At the state level, earlier this year New York State attorney general’s office, after an investigation, filed a cease-and-desist order against GNC, Target, Walgreens, and Wal-Mart, ordering them to stop selling a number of herbal supplements that were found not to contain the ingredients on the label, and some of which contained unlisted fillers that were potential allergens.
Now at the federal level, the DOJ is getting involved, and with good reason. Here is perhaps the worst offense alleged in the indictment:
The indictment also said there were a rash of liver injuries associated with the product OxyElite Pro Advanced Formula in late 2013, and several users needed liver transplants.
USPlabs, when told of this, informed the U.S. Food and Drug Administration that it would stop marketing the supplement but instead tried to sell off inventories as quickly as possible even as executives ordered that two offending substances be removed from the formula, the indictment said.
Let that sink in – the executives were apparently told that their product was causing liver failure, so they sold off their inventory as fast as they could.
Conclusion: What will happen to the supplements industry?
We can think of the regulation and behavior of the supplement industry on three levels. The first level is where the supplement industry fully complies with current regulations. Even then, the industry is allowed to essentially sell unregulated drugs (herbs) with “structure function” health claims, testimonials, and endorsements without any burden of proof to back up their claims.
We now have a two-decade experiment on this regulation, and it is the utter failure that its critics said it would be. The net result was the public wasting billions of dollars a year on worthless supplements – and this is the best case scenario.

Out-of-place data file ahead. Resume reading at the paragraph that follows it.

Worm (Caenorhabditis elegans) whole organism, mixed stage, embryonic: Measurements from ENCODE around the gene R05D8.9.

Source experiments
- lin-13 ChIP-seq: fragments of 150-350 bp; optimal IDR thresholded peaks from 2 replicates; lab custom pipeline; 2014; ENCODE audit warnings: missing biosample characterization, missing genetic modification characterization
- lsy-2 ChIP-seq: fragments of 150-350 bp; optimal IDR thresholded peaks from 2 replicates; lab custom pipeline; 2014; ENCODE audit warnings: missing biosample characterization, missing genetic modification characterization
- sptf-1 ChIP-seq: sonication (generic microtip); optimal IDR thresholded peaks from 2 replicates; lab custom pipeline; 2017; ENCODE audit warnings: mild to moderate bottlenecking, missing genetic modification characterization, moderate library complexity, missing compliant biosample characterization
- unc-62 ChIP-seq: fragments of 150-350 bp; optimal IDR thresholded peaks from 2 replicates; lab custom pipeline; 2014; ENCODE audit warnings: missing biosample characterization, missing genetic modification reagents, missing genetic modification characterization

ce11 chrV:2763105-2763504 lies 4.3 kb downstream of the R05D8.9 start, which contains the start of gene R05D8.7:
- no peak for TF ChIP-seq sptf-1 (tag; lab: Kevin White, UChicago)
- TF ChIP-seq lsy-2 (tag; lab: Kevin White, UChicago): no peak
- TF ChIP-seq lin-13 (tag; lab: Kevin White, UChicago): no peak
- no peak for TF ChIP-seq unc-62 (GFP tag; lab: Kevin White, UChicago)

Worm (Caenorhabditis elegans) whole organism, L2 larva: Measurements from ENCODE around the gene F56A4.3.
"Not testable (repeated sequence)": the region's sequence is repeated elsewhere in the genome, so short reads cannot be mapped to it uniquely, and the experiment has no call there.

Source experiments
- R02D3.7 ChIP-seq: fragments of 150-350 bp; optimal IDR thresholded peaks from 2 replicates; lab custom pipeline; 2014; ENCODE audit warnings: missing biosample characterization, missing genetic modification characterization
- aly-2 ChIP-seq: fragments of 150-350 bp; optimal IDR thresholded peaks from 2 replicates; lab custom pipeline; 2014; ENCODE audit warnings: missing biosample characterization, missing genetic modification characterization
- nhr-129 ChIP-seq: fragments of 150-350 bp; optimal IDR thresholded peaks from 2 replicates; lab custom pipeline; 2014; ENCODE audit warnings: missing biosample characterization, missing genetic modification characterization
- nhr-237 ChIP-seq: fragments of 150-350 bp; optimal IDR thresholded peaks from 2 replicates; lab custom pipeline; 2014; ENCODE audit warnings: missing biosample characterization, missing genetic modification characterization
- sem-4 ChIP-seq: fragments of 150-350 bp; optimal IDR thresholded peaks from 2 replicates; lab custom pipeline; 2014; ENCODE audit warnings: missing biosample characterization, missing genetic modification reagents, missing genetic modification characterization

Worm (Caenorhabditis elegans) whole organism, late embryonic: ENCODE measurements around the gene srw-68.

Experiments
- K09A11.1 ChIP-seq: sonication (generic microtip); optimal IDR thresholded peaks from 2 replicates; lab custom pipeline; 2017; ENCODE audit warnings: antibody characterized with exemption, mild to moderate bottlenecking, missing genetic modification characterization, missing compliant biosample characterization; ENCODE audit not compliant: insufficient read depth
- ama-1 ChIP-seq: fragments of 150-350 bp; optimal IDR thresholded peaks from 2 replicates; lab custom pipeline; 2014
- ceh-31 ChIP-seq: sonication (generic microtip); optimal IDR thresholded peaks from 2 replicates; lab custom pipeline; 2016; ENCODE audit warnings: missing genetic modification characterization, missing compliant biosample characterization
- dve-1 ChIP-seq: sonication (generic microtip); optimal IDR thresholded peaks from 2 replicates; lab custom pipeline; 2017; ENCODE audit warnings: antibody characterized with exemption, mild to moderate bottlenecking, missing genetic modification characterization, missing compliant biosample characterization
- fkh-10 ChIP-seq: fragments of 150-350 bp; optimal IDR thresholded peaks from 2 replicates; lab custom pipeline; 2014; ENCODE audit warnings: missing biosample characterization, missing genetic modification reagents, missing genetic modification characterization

Level two is where the industry violates even these lax regulations, with poor quality control, inaccurate labeling, adulteration with regulated drugs, contamination, and making prohibited claims.
Now we are seeing level three – criminal corporate malfeasance. No one should be surprised that when lax regulations allow an industry to be dishonest, it attracts dishonest people.
What we need now is a complete overhaul of how the supplement industry is regulated. DSHEA should be repealed, or at least updated to fix its myriad problems (effectively repealed).
I have nothing against the free market, it can be a powerful tool to drive innovation and quality. In our current economic system companies can invest in research and product development, and then make a huge profit off of that development.
But the free market is a construct of regulations – there have to be rules or else you don’t have a free market, you have chaos. Especially with a vital industry like health care, thoughtful regulations are necessary to allow innovation while protecting the public health.
There is also a unique challenge for health care products in the free market – it is very difficult for consumers to evaluate long term effects of products and services. All product effects are obscured by placebo effects. Consumers cannot reasonably rely on their own anecdotal experience – they need to be informed by scientific evidence. That evidence will not be created and evaluated unless regulations demand it. Private consumer information companies also don’t have the resources to do this.
What we need is a system in which drugs are regulated as drugs, not food or vitamins. All health claims should be backed by adequate evidence. The industry needs to be carefully regulated for quality control, transparency, and accuracy in labeling.
Ironically, the public thinks this is what they already have. Most people have no idea that they are at the mercy of the supplement industry’s self-regulation.
Perhaps, however, we are reaching a tipping point where the political will exists to make some effective changes. Let’s hope so.